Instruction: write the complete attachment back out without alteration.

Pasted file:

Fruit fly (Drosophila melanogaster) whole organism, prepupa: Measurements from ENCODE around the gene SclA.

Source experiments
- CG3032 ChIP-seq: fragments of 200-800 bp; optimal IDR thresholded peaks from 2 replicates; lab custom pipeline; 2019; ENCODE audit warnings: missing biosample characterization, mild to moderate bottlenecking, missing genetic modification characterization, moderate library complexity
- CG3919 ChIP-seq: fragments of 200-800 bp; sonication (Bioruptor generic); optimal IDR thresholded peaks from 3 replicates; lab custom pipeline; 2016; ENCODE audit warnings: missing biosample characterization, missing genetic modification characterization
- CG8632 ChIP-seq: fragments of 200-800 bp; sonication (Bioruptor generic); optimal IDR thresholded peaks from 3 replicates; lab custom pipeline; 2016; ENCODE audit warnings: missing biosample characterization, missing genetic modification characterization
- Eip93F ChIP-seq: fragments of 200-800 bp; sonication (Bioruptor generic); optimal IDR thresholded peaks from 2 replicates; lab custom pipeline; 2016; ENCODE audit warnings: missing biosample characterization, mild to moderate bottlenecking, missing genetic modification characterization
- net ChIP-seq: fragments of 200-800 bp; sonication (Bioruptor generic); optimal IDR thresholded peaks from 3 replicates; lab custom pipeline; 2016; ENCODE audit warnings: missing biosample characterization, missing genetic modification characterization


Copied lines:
Fruit fly (Drosophila melanogaster) whole organism, prepupa: Measurements from ENCODE around the gene SclA.

Source experiments
- CG3032 ChIP-seq: fragments of 200-800 bp; optimal IDR thresholded peaks from 2 replicates; lab custom pipeline; 2019; ENCODE audit warnings: missing biosample characterization, mild to moderate bottlenecking, missing genetic modification characterization, moderate library complexity
- CG3919 ChIP-seq: fragments of 200-800 bp; sonication (Bioruptor generic); optimal IDR thresholded peaks from 3 replicates; lab custom pipeline; 2016; ENCODE audit warnings: missing biosample characterization, missing genetic modification characterization
- CG8632 ChIP-seq: fragments of 200-800 bp; sonication (Bioruptor generic); optimal IDR thresholded peaks from 3 replicates; lab custom pipeline; 2016; ENCODE audit warnings: missing biosample characterization, missing genetic modification characterization
- Eip93F ChIP-seq: fragments of 200-800 bp; sonication (Bioruptor generic); optimal IDR thresholded peaks from 2 replicates; lab custom pipeline; 2016; ENCODE audit warnings: missing biosample characterization, mild to moderate bottlenecking, missing genetic modification characterization
- net ChIP-seq: fragments of 200-800 bp; sonication (Bioruptor generic); optimal IDR thresholded peaks from 3 replicates; lab custom pipeline; 2016; ENCODE audit warnings: missing biosample characterization, missing genetic modification characterization